The World Health Organisation (WHO) on Saturday declared monkeypox a global health emergency.
The latest development, The Telegraph UK reports, supersedes the earlier decision of the global health panel that considered the impact of the virus not significant enough to be so declared.
But on Saturday, the WHO’s Director General, Tedros Ghebreyesus, overruled the global health organisation’s panel of advisers to make the designation.
As of June 26, 2022, when the global cases of monkeypox reported were 3,040 infections from 47 countries, the committee’s report advised WHO that the monkeypox outbreak does not constitute a Public Health Emergency of International Concern (PHEIC), which is the highest level of alert WHO can issue.
The designation of a “public health emergency of international concern” is currently only being used by the WHO for coronavirus and polio.
The latest decision, therefore, signals a possible greater global response to the outbreak which has spread to at least 75 countries within the last few weeks.
“We have an outbreak that has spread around the world rapidly through new modes of transmission, about which we understand too little, and which meets the criteria”, he told reporters.
Mr Ghebreyesus, however, said it was still mostly of concern to homosexual men.
He was quoted to have said; “Although I am declaring a public health emergency of international concern, for the moment this is an outbreak that is concentrated among men who have sex with men, especially those with multiple sexual partners.
“That means that this is an outbreak that can be stopped with the right strategies in the right groups.”
The decision may, therefore, pave the way for better international coordination and collaboration in terms of responses through vaccines and research, and an increase in funding for countries battling the outbreak, The Telegraph Uk reports.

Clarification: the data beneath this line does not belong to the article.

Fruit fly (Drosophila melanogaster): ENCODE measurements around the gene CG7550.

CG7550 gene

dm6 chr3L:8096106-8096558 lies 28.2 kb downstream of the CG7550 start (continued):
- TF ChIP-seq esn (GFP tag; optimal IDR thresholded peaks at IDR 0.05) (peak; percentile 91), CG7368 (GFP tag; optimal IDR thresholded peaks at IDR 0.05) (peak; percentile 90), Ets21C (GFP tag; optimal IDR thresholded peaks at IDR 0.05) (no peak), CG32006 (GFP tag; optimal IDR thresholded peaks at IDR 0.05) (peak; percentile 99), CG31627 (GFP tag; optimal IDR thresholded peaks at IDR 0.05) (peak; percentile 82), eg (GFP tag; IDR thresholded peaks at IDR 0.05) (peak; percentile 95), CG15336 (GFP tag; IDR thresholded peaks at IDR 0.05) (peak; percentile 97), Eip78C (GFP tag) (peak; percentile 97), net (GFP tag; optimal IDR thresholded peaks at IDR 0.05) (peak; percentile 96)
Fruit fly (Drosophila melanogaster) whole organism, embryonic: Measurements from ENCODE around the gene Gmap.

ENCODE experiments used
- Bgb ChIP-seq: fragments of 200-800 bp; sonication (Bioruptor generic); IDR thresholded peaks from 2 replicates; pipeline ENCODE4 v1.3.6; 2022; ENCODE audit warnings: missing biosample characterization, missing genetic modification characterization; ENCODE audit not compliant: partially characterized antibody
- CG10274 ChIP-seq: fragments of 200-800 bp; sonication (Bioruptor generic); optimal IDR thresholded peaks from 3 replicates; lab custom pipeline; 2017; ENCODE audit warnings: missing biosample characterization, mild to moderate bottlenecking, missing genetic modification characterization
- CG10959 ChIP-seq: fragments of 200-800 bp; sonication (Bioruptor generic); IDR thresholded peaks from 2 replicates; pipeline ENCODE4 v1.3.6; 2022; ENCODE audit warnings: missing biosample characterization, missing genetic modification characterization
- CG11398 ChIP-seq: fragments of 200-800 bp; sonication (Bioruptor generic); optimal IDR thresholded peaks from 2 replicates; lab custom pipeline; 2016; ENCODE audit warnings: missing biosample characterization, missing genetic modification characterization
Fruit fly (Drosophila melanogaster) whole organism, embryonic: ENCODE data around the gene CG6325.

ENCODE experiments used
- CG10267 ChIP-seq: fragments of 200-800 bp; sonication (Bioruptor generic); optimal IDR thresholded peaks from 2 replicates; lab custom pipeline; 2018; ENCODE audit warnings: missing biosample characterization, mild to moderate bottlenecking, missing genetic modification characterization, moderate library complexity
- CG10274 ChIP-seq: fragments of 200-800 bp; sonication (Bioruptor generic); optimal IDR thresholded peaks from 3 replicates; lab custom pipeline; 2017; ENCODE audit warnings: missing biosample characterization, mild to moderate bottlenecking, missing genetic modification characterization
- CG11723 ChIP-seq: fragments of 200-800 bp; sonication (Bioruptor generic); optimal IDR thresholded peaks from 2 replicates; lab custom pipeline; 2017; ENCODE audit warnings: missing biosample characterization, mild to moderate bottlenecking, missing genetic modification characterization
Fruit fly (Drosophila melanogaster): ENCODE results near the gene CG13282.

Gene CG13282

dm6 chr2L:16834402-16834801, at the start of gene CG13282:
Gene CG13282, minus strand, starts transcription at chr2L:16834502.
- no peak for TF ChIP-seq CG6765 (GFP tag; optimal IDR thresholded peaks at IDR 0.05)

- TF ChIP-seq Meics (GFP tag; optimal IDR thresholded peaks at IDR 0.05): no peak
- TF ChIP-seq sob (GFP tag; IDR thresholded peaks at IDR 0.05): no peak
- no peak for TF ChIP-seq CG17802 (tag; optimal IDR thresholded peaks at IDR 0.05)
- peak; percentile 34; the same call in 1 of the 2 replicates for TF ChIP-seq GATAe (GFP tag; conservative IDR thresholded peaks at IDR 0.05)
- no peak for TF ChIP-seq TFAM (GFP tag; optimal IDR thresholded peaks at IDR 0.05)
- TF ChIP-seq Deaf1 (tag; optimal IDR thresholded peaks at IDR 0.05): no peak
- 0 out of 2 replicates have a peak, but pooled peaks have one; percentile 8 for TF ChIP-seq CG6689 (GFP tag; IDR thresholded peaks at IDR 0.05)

The 15-member International Health Regulations (IHR) Emergency Committee was said to have met during the week with members holding divergent positions on the declaration.
While six members voted in favour of the decision, nine had reportedly voted against. But the director general of the global body overruled the decision of the panel by making the declaration.
But Mr Ghebreyesus had during the week assured that regardless of the committee’s recommendation, WHO would continue to do everything to support countries to stop transmission and save lives.
Speaking on the committee’s decision in June, the Director General said: “The emergency committee shared serious concerns about the scale and speed of the current outbreak, noted many unknown gaps in current data and prepared a consensus report that reflects differing views amongst the committee.
“They advised me that at this moment the event does not constitute a Public Health Emergency of International Concern (PHEIC), which is the highest level of alert WHO can issue but recognised that the convening of the committee itself reflects the increasing concern about the international spread of monkeypox.”
The Emergency Committee had also established that the current multi-country outbreak is unusual due to its circulation in non-endemic countries, and the fact that the majority of cases were confirmed in gay men who were not previously immunised against smallpox.
Some members of the committee suggested that “given the low level of population immunity against pox virus infection, there is a risk of further, sustained transmission into the wider population that should not be overlooked.”
In its last situation report, WHO had said this is the first time that local transmission of monkeypox has been reported in new countries without links to countries that have previously reported monkeypox.
As of the time of its publication, the log of cumulative confirmed monkeypox cases reported to WHO shows that between 1 January to 4 July 2022, the European Region topped the infection chart, followed by the Region of the Americas, African Region, Western Pacific Region and the Eastern Mediterranean Region.
A total of about 2,200 people in the United Kingdom and tens of thousands more around the world are said to have been infected.
The United States of America, according to The Telegraph UK, had announced on Friday that it had discovered the first cases of the virus in children.
The two cases were said to be unrelated and “were likely the result of household transmission,” the Centre for Disease Control and Prevention (CDC) said.